Similar conclusions of favorable use of GANs as data augmentation technique have been observed for classification of CT images [9] and liver lesion classification [8].

Figure 3: Samples from the dataset: blood cell images (first row) and corresponding instance segmentation masks (second row).

While there are many works targeting MRI, CT, and X-ray image data, blood smear images taken with a microscope have got less attention. Thus, in this paper, we explore the use of GANs for blood image synthesis and study an effect of utilizing GANs as a data augmentation method for segmentation and object detection tasks.

3 Dataset

In order to obtain the dataset with Red Blood Cells (RBCs), we have collected blood from patients and prepared stained blood smear slides. Then, we have manually selected images to ensure every image is distinctive to diversify the dataset. This results in a great variation of a number of RBCs per image, their shape, and color values (see Table 1). For example, the largest cells could reach resolution, while the smallest could be of several pixels (i.e. partially visible cells on the border of the image). Every image is of resolution in RGB format. The dataset is randomly split into training and testing sets with a ratio of 60 to 40 respectively. Every image is of resolution in RGB format.

The annotation technique of the dataset is inspired by the 2015 MICCAI Gland Segmentation Challenge [27]. Specifically, given a microscope image with blood smear, we aim to create an instance segmentation mask which would allow us to extract every single cell in a given image. For this purpose, qualified professionals manually draw precise segmentation mask for each RBC.

This drawing process consists in putting a color on every single pixel belonging to a blood cell. Color values are selected by the user from a predefined list of color values. In order to be able to extract every single blood cell without an overlap with others, any touching cells have different segmentation mask colors assigned to it, hence, no touching cells having the same color.

While this dataset also includes annotation for other blood cells and noise (e.g. dust), in this paper, we primarily focus on RBCs. The representative images and corresponding instance segmentation masks are shown in Figure 3.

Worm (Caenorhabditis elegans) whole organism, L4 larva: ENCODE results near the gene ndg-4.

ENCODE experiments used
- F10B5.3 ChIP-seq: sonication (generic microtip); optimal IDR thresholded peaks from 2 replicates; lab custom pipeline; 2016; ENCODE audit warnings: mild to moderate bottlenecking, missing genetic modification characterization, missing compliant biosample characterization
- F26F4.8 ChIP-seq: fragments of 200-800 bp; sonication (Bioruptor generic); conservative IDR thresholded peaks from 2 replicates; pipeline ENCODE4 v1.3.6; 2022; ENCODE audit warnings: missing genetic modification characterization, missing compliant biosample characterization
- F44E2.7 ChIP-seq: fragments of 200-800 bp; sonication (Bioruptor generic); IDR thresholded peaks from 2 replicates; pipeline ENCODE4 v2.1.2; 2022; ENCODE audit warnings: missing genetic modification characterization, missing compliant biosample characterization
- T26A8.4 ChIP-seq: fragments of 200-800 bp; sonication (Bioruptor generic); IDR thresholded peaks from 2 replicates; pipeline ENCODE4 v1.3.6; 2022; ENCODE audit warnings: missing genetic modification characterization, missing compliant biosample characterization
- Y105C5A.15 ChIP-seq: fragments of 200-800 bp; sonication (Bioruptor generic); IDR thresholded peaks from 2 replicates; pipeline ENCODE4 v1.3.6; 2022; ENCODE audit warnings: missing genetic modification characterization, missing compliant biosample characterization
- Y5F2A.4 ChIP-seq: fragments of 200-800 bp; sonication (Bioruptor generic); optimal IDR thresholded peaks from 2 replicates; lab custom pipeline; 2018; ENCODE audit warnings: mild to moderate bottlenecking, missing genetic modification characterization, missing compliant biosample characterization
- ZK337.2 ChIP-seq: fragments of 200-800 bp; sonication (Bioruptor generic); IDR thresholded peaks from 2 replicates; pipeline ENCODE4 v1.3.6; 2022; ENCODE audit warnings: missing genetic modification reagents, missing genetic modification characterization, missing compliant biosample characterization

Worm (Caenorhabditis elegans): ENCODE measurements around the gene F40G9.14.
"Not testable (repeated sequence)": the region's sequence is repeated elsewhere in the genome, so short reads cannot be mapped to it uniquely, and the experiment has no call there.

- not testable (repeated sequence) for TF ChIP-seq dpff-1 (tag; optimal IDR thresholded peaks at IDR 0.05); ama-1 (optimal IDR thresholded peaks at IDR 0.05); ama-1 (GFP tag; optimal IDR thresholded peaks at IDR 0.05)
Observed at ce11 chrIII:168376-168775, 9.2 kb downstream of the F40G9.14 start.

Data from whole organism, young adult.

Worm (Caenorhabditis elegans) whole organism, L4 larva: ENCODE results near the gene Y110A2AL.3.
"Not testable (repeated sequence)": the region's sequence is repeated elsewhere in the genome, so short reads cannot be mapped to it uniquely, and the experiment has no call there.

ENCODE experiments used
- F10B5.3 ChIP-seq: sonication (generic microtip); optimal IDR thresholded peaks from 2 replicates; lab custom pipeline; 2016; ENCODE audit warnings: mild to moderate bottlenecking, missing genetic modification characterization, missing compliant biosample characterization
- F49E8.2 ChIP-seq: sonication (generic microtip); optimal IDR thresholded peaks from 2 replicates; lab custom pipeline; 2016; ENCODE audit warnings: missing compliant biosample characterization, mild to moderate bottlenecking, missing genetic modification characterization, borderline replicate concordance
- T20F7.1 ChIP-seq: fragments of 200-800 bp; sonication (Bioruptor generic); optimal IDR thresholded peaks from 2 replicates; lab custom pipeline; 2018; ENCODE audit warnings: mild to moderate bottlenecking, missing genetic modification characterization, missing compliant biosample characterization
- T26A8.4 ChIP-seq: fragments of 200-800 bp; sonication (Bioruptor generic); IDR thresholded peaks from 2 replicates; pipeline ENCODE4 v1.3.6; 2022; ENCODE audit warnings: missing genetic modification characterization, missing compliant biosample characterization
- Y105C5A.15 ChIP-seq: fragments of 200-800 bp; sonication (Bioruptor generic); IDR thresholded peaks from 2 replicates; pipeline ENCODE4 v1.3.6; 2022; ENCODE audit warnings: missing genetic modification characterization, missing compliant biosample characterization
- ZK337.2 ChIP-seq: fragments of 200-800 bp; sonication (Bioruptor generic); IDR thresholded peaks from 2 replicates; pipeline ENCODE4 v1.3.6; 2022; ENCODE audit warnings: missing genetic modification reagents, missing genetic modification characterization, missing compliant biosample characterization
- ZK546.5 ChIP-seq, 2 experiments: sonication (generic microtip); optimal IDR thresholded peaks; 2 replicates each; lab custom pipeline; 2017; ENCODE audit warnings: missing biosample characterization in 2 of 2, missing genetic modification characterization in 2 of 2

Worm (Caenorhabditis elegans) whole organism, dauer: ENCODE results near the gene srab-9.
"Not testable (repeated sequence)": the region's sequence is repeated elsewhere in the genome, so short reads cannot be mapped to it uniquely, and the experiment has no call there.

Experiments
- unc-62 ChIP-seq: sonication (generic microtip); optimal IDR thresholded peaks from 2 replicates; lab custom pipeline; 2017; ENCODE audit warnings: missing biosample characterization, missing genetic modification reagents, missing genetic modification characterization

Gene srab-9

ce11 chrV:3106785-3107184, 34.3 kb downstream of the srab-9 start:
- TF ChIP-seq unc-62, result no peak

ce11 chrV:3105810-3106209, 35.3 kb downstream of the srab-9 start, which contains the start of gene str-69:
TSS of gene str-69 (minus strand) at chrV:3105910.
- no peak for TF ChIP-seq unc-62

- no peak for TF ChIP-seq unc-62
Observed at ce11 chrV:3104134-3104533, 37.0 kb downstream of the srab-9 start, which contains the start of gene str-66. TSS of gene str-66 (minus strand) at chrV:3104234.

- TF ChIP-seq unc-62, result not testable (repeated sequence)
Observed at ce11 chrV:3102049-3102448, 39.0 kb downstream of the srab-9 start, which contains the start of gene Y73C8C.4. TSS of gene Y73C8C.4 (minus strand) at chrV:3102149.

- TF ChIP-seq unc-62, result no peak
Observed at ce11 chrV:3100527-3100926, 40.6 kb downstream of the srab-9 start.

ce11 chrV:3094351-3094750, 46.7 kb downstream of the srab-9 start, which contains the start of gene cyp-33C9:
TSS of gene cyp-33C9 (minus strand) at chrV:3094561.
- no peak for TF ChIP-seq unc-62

Mean Std
RBC count per image
RBC shape
Colors (in RGB)
Table 1: Statistics of red blood cells in the train set.

4 Methodology

The creation of new samples is composed of two stages: synthetic mask generation and translating generated mask to a photorealistic image of blood cells. The graphical visualization of the whole pipeline during training and testing phases are shown in Figure 2.

4.1 Synthetic mask generation

In order to generate new and meaningful photorealistic samples of the blood cells, we first need to produce synthetic instance segmentation masks in which the blood cells have unique shapes and location distribution. For this purpose, we have designed a synthetic segmentation mask generator that combines sampled cell shapes and their distributions to produce synthetic segmentation masks. More formally, we formulate a synthetic segmentation mask as a set of sampled cell shapes which are located at their corresponding locations on the background:


where denotes the shape of the cell and determines the location of the cell. The total number of cells in an image

is drawn from a normal distribution as

, where and are determined from the statistics of training data (see Table 1).

4.1.1 Cell shape sampling

To model the natural variety and similarity of cell shapes in blood, we perform exemplar-based cell shape sampling. During the training stage, segmented boundaries of each cell in the training data are accumulated to build the cell shape database. This database serves as a blood cell shape supplier during the inference stage. In the inference stage (i.e. generating new samples), the cell shape sampler iteratively selects random cell shape from the database and puts it on the instance segmentation mask which is composed of numerous cells. Moreover, whenever we pick from the database, a set of probabilistic augmentations are applied to diversify the appearance. The augmentation includes rotation, scale, horizontal and vertical flipping.

4.1.2 Cell distribution sampling

The most straightforward way to locate the sampled cell shapes in the synthetic segmentation mask is simply to iteratively sample the coordinates at random and place the cell shape masks at the sampled location if the place is not occupied. However, such an approach results in a nonrealistic cell distribution. Specifically, this leads to a uniform random distribution of cells all over the image with many cells being placed solo without touching other cells. In reality, due to cell adhesion [12], cells tend to stick to each other, consequently, forming clusters.

Therefore, in order to generate the segmentation masks which incorporate the aforementioned aspect, our cell distribution algorithm sequentially samples the appropriate location of each cell from the probability density function defined on the 2D discrete space. The location of i-

th cell is sampled from the probability map as:


where each pixel value in denotes the probability of being selected as a location of a cell’s center at time step . is initially uniform during the sampling of the first cells, but changes its landscape as increases in order to simulate inherent cell adhesion. We have modeled this evolving nature of as a Markov random process.